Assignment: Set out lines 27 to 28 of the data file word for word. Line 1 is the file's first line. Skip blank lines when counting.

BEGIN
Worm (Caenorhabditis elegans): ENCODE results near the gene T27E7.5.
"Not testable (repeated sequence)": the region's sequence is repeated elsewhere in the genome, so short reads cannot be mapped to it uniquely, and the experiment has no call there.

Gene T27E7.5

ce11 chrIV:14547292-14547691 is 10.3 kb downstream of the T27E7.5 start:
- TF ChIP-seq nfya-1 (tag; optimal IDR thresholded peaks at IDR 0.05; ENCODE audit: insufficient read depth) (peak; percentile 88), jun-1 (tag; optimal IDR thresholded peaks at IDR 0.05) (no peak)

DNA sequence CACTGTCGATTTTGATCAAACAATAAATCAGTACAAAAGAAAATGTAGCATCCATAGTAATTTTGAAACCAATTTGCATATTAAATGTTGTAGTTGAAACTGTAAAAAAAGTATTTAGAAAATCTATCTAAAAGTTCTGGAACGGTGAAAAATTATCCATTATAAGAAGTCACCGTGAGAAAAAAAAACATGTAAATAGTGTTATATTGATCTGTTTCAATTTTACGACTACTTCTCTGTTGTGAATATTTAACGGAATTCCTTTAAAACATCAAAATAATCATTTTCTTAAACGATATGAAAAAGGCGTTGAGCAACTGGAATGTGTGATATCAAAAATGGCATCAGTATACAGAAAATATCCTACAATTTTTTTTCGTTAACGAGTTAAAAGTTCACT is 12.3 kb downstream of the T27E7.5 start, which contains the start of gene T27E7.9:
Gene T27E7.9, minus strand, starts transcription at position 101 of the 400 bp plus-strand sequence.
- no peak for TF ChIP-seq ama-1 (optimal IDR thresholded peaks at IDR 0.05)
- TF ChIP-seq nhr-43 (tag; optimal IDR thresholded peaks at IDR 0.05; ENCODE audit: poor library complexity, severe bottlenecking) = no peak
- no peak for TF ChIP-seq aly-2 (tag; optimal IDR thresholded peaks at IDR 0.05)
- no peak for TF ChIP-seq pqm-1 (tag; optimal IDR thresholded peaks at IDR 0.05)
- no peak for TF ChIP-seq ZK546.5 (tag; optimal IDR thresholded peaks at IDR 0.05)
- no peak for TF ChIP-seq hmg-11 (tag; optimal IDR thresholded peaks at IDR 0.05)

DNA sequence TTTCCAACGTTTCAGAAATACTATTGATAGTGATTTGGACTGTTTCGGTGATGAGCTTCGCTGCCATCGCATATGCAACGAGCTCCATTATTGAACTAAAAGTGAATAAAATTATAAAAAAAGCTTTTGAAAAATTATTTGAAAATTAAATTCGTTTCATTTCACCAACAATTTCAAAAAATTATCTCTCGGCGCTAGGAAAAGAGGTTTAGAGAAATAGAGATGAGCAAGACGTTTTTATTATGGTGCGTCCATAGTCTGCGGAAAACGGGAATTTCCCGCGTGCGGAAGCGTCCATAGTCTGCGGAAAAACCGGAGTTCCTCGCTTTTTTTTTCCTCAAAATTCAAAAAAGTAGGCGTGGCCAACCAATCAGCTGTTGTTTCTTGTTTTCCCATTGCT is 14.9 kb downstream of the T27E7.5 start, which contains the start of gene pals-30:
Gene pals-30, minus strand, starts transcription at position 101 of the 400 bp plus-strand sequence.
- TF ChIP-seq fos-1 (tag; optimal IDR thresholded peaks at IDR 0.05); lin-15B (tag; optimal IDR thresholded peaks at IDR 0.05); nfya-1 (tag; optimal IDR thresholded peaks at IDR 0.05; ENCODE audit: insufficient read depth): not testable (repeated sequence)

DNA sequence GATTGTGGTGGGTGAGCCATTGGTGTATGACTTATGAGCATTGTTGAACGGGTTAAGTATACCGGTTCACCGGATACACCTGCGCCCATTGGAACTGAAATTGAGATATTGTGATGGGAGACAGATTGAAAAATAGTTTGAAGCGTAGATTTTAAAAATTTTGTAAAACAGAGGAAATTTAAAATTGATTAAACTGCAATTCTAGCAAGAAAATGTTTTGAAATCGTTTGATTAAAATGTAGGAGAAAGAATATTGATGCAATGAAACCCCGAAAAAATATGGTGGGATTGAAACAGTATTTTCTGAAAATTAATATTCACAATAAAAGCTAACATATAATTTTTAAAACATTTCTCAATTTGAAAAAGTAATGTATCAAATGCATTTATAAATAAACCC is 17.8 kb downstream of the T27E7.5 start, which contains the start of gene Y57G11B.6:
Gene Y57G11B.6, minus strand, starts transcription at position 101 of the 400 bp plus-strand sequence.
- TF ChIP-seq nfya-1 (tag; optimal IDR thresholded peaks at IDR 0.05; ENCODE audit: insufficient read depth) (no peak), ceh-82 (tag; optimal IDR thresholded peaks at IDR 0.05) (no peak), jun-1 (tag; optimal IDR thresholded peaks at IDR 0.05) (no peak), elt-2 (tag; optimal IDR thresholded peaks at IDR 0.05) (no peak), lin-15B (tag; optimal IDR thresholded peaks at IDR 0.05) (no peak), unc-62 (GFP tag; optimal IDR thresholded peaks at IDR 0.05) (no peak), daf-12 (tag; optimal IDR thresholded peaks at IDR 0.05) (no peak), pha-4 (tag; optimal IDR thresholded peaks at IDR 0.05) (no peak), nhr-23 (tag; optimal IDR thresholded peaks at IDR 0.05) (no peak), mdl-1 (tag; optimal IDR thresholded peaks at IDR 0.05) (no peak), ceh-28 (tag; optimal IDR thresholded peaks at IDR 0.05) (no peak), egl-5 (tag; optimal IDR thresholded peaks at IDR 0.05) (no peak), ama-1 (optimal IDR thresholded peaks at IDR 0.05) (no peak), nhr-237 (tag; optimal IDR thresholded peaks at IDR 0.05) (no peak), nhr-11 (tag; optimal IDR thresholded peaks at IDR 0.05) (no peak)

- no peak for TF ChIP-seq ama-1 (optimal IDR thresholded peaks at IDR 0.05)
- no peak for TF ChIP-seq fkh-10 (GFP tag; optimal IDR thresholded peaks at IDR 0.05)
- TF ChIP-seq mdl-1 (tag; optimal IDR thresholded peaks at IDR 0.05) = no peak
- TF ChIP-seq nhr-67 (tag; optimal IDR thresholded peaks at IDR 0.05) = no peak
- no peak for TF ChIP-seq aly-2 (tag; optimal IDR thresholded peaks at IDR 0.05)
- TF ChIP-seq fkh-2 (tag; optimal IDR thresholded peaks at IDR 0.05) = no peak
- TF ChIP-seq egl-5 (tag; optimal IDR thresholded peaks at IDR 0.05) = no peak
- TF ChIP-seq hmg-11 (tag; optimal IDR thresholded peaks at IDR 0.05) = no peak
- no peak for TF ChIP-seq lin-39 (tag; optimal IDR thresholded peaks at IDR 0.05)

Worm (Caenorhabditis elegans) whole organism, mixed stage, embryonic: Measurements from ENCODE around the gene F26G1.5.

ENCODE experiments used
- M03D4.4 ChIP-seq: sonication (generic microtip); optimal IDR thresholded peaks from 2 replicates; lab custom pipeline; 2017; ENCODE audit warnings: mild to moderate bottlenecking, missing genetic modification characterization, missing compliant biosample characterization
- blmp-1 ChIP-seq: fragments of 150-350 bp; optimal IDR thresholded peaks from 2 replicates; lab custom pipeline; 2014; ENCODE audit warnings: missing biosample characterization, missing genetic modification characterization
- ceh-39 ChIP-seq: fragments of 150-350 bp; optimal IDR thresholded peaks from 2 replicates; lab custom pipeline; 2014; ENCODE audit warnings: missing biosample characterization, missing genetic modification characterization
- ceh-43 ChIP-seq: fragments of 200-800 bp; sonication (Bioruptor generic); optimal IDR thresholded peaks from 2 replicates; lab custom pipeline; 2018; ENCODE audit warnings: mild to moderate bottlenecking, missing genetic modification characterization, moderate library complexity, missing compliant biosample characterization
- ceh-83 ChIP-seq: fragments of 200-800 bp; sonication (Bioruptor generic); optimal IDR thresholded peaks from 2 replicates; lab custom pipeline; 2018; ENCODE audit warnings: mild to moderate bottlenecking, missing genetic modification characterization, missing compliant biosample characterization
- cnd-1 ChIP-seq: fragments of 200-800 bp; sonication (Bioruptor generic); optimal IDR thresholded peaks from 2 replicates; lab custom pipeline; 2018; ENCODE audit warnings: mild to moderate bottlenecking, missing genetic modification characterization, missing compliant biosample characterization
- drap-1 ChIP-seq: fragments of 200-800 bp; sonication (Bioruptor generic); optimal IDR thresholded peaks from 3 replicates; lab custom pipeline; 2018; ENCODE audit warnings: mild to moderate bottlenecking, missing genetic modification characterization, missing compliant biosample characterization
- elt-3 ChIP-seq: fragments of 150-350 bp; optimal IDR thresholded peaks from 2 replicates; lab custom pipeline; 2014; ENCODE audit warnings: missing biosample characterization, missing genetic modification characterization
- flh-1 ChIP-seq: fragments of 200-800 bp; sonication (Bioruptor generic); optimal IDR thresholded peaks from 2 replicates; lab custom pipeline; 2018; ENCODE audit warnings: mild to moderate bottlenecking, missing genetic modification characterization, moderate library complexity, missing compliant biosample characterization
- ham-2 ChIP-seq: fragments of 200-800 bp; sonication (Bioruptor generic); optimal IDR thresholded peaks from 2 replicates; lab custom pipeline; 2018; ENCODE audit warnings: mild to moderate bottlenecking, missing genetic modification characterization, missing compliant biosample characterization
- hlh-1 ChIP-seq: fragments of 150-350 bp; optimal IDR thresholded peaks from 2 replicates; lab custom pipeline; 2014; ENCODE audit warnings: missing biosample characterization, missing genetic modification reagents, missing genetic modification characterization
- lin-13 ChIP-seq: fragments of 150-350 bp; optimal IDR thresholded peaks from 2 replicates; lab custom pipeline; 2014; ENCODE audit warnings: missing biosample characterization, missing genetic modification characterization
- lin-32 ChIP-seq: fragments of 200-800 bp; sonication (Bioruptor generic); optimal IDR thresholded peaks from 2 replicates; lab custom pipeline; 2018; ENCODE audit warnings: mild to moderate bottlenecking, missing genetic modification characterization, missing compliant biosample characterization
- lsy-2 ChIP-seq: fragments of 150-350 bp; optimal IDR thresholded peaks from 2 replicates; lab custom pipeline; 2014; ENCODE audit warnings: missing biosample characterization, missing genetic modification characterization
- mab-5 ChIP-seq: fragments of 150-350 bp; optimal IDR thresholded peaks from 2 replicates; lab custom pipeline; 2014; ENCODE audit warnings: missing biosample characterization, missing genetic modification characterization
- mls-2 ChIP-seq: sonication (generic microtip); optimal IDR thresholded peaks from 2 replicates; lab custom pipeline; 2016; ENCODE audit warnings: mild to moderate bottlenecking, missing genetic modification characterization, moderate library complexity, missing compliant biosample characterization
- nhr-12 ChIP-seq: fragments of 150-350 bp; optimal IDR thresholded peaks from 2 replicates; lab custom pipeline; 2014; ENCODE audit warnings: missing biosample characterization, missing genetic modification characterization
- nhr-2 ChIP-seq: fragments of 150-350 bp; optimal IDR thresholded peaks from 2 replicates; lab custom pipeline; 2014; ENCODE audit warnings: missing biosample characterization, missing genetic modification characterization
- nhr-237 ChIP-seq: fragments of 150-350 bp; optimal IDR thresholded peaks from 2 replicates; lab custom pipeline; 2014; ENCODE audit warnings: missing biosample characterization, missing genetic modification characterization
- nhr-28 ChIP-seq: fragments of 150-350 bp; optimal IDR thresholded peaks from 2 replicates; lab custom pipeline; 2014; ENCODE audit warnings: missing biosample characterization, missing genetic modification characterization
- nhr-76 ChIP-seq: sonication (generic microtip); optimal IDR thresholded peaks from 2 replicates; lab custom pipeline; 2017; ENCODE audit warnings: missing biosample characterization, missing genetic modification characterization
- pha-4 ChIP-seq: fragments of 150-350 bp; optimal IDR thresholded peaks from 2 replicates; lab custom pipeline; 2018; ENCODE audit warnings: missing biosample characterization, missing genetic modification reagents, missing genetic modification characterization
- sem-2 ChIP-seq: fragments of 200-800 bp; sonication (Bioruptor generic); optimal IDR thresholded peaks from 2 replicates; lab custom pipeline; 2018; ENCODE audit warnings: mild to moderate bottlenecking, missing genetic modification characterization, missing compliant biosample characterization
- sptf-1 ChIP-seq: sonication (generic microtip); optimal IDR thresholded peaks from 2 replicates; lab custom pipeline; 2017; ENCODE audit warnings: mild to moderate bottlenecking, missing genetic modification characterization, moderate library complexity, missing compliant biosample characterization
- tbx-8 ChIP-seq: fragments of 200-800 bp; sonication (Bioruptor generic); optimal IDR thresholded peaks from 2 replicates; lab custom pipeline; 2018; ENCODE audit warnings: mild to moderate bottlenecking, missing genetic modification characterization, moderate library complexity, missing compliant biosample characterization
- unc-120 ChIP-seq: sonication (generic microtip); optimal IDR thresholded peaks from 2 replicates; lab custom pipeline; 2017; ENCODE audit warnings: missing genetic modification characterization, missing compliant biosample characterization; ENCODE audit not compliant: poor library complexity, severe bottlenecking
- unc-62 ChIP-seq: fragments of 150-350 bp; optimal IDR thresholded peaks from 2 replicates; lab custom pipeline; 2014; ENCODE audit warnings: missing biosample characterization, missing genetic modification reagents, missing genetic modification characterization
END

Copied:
- TF ChIP-seq hmg-11 (tag; optimal IDR thresholded peaks at IDR 0.05) = no peak
- no peak for TF ChIP-seq lin-39 (tag; optimal IDR thresholded peaks at IDR 0.05)